Learning Through Play
Children learn through play. They do this by experimenting, observing, and participating with other children and adults.
Our teachers observe each child. They watch the children work with the materials and toys. Teachers prepare the environment to help each child build on what they already know.
Here is what a child is learning as they play with the different materials, media, and toys.
In the manipulatives and games interest center you may see your child working a puzzle or building with Legos. They are learning:
6:30 am- 5:30 pm
Our program philosophy is based on the child development model which incorporates the theories of Piaget, Erikson, Vygotsky, and others. Learning through play is the cornerstone of the curriculum.
At Bright Beginnings, we expose our children to a great variety of hands-on experiences. Painting, building, cooking and outdoor explorations can offer a depth of learning to the young child, particularly when her experiences are supported and extended by an attentive and skillful teacher. Most importantly, each child must be encouraged to learn at his own pace and in his own way. Our early childhood program gives every child the opportunity to excel and allows each individual to feel important and valued both for himself, and for the part he plays as a member of his classroom group.
Young children learn by doing. Many children have a remarkable capacity for memorization. They can recite the alphabet and count from one to one hundred. However, for information to become truly meaningful to a young child, he must experience it concretely. Letters and written numbers are the symbols adults use to express ideas. When we stress learning the mechanics of letters and numbers in early childhood, it is often at the expense of learning the importance of expressing ideas. The symbols of written language and numerals are not as useful to children as they are to adults. Yet, children have important ideas.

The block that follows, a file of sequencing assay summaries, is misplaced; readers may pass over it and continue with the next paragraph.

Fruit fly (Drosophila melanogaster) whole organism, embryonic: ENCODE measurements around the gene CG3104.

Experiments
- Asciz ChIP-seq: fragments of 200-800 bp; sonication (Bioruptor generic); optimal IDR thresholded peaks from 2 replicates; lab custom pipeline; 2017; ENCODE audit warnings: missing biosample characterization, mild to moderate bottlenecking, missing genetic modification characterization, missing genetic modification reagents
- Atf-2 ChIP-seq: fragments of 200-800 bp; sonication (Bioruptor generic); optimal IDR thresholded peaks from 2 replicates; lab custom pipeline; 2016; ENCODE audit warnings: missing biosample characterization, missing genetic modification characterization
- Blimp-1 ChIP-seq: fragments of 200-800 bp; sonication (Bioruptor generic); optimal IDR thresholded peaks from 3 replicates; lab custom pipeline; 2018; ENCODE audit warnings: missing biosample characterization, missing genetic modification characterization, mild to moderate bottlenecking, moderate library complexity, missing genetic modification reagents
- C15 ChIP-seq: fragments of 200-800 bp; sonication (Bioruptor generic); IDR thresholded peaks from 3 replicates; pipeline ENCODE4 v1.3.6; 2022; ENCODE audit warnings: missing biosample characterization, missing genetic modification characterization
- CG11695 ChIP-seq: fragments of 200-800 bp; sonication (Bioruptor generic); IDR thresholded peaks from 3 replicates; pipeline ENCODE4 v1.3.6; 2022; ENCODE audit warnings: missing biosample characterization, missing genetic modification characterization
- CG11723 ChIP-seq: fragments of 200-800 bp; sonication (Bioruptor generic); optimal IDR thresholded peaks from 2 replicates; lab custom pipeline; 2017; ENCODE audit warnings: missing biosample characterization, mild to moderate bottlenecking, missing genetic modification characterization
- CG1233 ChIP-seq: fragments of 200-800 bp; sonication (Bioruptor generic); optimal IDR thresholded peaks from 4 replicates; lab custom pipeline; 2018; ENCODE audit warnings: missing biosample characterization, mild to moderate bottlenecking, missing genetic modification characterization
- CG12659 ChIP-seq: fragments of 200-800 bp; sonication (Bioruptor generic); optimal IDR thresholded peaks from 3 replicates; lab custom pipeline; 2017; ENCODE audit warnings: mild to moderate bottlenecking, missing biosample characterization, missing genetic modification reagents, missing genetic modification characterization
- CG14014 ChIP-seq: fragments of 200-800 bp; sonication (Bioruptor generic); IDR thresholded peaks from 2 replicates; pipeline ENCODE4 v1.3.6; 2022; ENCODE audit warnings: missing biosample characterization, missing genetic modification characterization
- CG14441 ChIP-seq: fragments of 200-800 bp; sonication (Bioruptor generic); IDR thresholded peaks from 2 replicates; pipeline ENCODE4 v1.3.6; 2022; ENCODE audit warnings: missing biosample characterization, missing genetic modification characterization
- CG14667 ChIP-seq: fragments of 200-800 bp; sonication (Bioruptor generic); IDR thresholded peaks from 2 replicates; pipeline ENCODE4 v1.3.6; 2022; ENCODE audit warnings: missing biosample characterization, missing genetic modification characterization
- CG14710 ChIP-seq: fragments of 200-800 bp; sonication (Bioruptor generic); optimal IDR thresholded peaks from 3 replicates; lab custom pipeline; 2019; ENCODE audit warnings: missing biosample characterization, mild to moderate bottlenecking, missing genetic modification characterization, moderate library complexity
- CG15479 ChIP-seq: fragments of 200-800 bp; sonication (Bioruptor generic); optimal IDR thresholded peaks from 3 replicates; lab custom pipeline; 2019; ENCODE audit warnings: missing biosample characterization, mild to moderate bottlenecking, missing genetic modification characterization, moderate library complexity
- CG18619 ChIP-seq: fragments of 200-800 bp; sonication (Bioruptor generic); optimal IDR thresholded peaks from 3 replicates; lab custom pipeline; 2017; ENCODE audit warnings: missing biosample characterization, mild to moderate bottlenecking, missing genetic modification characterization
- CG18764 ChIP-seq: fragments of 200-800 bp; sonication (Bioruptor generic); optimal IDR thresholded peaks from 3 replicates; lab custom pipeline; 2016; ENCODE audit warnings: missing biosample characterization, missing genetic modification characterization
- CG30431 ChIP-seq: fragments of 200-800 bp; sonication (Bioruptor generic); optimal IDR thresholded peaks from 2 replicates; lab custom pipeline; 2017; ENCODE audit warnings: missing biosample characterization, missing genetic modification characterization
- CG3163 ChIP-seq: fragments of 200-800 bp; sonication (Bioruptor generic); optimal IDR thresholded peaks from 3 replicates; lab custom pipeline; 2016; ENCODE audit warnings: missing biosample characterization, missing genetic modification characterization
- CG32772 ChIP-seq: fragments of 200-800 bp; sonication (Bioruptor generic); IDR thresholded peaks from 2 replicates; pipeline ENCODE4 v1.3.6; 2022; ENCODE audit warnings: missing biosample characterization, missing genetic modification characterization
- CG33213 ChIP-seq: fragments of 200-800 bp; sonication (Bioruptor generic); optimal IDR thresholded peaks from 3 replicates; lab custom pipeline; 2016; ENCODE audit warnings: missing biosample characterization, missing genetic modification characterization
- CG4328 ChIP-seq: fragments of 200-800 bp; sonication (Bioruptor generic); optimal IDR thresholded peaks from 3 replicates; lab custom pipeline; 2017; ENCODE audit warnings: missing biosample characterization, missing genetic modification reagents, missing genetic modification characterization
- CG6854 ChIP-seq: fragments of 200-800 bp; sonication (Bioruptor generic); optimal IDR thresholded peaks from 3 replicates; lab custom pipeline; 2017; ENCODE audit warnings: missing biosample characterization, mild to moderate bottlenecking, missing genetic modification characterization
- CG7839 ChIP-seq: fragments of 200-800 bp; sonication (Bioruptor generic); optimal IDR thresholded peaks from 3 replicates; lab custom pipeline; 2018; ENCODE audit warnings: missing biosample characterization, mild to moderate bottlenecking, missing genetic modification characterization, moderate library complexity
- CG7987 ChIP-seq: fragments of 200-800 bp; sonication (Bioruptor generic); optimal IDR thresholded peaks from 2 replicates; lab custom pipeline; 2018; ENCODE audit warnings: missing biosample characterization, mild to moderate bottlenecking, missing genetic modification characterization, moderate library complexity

Our exceptional early childhood curriculum supports the child in learning many ways to express and refine those ideas. The child who sits down on her own to draw a picture or to write out a pretend shopping list is beginning to learn about symbols and writing more significantly than the three- or four-year-old who is asked to trace letters on a worksheet. The children who gather in the classroom library to look through books together or to listen to their teacher read to them are learning literacy on a deeper level than the children whose teacher drills them with flashcards. When a child sets the snack table with six cups for six chairs, he may begin to understand that the word or symbol “6” has a constant meaning whether applied to cups, chairs or children.
Children are respected as individuals within a child-oriented environment. Activities are carefully planned and implemented daily. Our high-quality program sets the foundation for the successful transition to kindergarten and beyond.
Essential Early Literacy Skills Addressed: